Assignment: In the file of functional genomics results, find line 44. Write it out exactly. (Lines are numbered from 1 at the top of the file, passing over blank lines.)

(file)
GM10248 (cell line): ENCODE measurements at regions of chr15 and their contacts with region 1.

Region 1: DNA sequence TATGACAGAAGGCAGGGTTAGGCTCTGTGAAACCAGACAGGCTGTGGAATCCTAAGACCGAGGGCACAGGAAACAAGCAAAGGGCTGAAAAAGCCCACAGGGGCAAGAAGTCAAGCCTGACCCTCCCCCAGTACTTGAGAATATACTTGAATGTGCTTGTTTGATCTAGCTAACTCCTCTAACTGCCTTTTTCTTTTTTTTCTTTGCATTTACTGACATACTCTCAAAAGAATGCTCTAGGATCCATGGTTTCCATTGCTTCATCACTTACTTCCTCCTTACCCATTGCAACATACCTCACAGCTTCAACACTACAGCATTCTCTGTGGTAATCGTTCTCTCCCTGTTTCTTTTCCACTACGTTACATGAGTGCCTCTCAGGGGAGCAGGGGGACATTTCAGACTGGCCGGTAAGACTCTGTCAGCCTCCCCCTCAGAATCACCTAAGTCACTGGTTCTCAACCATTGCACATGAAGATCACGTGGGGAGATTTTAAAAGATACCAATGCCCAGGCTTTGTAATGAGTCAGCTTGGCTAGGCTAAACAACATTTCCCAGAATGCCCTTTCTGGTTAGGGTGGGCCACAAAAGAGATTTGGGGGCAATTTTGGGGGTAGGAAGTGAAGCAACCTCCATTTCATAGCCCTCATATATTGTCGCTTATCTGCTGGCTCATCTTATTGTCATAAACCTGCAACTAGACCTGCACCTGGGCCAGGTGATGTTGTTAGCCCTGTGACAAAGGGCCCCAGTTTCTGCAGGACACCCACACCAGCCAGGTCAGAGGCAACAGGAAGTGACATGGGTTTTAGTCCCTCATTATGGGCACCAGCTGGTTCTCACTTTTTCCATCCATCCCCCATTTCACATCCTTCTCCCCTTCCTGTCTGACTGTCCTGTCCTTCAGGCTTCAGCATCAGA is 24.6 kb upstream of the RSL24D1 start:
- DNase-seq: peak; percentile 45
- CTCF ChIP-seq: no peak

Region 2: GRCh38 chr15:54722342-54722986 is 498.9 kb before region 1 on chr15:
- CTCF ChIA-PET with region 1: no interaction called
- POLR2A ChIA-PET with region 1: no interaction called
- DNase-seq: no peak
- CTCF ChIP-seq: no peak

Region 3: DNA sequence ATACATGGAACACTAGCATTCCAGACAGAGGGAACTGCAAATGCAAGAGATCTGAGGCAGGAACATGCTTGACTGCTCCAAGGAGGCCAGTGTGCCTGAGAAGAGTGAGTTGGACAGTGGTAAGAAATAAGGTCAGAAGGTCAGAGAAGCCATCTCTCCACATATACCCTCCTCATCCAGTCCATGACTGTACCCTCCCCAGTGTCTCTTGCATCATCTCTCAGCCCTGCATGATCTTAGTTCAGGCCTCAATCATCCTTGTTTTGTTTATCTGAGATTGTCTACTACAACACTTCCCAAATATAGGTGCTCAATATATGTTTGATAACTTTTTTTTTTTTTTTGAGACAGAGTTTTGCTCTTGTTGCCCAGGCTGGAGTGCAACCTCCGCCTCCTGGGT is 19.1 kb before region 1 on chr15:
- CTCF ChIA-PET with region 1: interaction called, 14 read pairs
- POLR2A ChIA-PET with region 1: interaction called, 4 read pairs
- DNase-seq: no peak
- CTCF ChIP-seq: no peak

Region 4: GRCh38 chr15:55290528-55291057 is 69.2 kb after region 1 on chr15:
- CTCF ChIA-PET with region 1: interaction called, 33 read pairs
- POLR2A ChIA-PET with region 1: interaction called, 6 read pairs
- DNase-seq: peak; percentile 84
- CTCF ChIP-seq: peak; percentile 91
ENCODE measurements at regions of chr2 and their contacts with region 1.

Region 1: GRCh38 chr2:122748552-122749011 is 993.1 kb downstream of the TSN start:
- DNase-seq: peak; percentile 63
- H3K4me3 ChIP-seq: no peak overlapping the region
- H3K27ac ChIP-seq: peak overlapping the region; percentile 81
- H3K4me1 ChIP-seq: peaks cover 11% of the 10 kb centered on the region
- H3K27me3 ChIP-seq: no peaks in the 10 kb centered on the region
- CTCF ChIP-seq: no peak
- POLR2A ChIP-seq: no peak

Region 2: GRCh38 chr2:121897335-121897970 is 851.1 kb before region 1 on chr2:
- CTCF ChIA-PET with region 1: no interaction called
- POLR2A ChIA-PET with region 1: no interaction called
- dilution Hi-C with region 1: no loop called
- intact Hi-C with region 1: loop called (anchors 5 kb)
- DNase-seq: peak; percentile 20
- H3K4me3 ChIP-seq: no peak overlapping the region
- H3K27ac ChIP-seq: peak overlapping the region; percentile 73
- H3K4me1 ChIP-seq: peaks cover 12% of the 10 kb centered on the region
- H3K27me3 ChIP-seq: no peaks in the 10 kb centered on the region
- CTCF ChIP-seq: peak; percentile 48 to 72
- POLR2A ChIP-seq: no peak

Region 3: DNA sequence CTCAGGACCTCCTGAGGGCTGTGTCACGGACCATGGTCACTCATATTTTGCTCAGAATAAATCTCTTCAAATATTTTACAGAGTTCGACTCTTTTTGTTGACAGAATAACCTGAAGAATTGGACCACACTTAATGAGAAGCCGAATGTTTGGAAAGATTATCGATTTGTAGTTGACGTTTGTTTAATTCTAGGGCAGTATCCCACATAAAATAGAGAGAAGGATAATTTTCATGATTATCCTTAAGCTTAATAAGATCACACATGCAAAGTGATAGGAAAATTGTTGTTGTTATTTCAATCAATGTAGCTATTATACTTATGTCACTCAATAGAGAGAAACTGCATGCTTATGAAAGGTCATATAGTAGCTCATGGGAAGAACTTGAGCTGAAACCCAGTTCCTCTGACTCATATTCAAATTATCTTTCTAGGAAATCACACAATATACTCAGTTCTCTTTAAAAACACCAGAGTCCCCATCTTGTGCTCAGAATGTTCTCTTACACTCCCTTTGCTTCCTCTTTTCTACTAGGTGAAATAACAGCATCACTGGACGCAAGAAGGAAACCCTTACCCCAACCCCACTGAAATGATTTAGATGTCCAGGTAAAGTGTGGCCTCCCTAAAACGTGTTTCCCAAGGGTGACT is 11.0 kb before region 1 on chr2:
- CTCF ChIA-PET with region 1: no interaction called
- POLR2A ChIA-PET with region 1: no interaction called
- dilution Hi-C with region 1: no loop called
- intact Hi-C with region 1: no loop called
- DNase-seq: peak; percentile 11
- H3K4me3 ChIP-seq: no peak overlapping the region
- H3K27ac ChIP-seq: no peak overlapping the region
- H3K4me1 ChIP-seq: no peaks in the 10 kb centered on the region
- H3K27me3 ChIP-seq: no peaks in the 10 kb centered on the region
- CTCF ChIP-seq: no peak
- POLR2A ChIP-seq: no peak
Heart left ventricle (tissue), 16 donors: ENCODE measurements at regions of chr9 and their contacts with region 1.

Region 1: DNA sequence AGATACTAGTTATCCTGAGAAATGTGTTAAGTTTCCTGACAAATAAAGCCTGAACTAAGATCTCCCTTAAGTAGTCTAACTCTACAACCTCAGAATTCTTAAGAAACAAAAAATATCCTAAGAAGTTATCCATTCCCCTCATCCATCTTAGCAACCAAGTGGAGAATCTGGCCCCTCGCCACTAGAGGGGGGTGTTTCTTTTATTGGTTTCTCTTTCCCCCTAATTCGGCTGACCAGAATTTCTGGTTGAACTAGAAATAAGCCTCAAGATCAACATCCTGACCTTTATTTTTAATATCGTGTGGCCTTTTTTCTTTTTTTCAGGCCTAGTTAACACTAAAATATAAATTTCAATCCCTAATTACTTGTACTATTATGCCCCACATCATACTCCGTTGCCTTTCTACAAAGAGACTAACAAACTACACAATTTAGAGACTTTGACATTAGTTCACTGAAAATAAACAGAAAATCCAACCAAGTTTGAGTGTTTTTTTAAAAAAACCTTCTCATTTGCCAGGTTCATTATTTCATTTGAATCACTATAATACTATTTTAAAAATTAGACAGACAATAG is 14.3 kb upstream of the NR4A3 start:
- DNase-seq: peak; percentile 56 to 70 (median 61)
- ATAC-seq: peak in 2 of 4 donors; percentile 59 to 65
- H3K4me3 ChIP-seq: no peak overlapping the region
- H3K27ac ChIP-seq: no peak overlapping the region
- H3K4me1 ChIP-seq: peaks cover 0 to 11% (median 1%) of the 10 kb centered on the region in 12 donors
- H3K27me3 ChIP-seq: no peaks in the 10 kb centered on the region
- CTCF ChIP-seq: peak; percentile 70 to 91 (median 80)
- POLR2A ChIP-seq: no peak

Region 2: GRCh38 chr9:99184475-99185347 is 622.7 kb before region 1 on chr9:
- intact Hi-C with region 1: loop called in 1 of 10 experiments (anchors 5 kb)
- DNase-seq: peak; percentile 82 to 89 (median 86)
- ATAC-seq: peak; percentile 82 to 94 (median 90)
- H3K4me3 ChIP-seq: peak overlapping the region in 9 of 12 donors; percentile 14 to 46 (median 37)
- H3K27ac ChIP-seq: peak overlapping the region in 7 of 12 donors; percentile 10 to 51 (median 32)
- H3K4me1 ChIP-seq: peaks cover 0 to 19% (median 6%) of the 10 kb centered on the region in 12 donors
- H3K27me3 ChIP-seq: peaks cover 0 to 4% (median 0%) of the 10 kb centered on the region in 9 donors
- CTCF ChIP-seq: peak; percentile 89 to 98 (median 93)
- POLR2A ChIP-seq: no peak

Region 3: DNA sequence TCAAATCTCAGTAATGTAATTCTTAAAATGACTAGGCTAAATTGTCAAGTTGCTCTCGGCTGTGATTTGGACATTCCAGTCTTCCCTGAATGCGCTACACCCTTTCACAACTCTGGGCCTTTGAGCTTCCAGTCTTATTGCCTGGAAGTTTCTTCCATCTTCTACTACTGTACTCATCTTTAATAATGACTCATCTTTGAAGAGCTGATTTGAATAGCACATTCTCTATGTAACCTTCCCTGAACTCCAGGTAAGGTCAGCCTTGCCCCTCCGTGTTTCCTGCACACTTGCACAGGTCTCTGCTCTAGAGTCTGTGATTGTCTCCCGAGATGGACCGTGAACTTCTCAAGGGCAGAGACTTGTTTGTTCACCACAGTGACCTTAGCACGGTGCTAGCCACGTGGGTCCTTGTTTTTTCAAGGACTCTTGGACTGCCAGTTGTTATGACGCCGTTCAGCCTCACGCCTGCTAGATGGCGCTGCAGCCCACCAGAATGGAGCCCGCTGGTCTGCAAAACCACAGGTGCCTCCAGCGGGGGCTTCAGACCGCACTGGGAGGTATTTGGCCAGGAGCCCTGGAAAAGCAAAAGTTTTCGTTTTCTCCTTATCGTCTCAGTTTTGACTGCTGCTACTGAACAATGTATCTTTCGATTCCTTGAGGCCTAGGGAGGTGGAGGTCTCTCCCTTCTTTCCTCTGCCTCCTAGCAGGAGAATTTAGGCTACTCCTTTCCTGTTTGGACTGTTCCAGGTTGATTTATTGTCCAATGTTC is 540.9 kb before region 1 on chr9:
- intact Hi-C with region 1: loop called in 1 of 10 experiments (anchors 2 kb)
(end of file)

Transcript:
- dilution Hi-C with region 1: no loop called